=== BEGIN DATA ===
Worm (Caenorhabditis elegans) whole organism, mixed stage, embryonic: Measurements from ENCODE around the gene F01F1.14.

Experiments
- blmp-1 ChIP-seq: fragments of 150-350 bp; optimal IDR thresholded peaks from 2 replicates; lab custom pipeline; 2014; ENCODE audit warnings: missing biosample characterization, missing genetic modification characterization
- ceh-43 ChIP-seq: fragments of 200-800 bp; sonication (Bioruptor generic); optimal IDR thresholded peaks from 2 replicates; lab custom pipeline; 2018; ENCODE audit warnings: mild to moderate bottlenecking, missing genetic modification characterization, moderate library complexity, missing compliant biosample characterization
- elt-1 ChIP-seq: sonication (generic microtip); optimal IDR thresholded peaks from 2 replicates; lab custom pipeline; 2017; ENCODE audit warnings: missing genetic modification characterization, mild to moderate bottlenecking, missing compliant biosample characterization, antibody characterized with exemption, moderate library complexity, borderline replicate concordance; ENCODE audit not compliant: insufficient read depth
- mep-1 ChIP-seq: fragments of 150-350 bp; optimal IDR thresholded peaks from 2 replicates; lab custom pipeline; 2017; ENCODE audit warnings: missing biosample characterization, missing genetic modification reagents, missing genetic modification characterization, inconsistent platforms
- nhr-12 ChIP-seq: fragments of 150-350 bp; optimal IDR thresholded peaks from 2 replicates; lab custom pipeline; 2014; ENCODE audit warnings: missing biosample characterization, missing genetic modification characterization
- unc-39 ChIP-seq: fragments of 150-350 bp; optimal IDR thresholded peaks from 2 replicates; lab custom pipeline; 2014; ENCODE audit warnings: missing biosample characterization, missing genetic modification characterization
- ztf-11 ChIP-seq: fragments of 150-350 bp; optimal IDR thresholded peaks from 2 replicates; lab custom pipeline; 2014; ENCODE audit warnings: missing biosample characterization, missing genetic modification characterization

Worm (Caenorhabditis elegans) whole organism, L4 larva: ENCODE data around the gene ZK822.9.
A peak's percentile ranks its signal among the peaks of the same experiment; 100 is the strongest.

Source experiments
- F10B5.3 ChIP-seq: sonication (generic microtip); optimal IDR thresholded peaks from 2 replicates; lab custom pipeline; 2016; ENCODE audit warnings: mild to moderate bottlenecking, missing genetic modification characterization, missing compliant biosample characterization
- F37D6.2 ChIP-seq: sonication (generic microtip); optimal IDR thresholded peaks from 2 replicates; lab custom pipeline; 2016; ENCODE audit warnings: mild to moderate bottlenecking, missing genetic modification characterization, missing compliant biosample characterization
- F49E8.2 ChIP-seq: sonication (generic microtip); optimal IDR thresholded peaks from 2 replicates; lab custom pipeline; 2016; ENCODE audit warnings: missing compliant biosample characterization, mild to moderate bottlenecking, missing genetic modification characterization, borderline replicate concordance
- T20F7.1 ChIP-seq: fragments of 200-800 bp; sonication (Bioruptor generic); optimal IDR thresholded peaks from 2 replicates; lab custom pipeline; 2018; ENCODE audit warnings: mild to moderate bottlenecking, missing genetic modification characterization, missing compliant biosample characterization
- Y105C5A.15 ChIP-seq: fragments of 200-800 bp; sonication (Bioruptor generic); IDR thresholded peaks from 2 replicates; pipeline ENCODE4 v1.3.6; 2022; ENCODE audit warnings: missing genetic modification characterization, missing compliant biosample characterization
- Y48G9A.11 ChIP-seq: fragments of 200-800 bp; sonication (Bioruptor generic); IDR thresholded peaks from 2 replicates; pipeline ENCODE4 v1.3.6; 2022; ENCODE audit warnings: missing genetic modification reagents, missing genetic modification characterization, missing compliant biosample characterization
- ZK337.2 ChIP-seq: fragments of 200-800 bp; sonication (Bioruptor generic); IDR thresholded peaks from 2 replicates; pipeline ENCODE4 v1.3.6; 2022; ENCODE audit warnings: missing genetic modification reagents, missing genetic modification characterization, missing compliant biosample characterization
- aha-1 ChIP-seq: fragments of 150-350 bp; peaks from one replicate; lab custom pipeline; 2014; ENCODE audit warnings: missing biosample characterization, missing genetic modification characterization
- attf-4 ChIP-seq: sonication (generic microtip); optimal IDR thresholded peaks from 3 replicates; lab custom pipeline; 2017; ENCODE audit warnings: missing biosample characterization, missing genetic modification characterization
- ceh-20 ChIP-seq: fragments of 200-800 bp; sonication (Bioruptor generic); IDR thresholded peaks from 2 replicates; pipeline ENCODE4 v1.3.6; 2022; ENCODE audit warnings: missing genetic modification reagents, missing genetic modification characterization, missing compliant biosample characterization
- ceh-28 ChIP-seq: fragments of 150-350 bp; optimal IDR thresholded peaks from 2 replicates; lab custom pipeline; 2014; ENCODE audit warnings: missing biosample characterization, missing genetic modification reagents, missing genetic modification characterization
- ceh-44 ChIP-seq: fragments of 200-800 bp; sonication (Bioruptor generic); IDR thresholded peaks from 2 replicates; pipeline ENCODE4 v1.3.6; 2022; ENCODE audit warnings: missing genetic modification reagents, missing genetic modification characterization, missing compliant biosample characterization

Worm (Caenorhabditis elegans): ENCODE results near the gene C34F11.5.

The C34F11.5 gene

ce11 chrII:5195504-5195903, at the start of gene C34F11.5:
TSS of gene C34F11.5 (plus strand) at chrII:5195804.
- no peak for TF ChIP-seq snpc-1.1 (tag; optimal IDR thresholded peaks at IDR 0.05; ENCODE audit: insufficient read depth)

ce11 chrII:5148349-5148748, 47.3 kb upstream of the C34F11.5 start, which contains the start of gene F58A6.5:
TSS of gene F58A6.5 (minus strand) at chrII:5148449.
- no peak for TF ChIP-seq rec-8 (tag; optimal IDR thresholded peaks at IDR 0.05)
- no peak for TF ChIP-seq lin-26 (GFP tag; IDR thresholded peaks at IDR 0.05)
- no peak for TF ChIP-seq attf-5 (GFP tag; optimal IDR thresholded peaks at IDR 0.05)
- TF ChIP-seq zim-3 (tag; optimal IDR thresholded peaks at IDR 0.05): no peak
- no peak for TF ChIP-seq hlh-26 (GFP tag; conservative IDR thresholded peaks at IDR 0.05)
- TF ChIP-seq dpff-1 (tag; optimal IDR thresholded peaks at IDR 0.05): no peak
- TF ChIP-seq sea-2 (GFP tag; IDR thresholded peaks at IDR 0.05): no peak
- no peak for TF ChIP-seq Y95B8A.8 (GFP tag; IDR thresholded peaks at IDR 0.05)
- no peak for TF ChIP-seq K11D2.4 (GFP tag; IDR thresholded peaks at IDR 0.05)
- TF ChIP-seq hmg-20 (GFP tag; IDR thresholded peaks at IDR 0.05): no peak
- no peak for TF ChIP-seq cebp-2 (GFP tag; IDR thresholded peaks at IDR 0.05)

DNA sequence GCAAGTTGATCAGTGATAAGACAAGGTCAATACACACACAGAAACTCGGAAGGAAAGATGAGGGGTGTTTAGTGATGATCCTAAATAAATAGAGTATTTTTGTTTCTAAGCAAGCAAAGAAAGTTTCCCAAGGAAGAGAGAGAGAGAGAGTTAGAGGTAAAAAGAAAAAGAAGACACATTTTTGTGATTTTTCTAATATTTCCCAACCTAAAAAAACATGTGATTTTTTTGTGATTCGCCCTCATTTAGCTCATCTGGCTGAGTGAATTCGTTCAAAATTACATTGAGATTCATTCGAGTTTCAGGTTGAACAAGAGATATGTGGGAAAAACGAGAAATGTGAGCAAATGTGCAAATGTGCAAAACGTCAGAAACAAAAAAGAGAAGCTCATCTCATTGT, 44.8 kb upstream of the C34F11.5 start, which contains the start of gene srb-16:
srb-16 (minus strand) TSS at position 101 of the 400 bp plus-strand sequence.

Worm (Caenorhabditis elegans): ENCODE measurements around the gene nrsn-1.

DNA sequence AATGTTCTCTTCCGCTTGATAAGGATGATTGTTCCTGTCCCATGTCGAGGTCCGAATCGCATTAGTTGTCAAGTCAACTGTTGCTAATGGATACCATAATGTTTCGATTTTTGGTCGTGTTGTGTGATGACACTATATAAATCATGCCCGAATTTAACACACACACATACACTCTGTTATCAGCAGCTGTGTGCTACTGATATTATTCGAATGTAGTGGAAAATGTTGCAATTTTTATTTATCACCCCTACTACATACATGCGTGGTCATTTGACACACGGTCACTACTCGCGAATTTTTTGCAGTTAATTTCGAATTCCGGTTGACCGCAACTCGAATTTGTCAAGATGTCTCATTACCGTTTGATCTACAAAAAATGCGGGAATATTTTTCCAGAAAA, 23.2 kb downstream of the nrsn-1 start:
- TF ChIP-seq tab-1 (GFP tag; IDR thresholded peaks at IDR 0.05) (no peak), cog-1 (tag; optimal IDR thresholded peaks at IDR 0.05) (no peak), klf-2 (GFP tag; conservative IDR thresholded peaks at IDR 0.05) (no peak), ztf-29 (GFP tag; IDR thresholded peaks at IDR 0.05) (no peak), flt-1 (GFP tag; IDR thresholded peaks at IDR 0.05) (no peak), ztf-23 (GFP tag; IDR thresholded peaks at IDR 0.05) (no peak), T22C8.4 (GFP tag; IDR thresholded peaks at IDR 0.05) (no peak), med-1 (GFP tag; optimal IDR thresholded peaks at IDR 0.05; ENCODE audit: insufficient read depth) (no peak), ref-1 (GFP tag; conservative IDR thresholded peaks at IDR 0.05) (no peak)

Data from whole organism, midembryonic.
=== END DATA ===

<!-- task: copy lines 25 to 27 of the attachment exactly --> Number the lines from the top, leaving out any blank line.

Worm (Caenorhabditis elegans): ENCODE results near the gene C34F11.5.

The C34F11.5 gene

ce11 chrII:5195504-5195903, at the start of gene C34F11.5: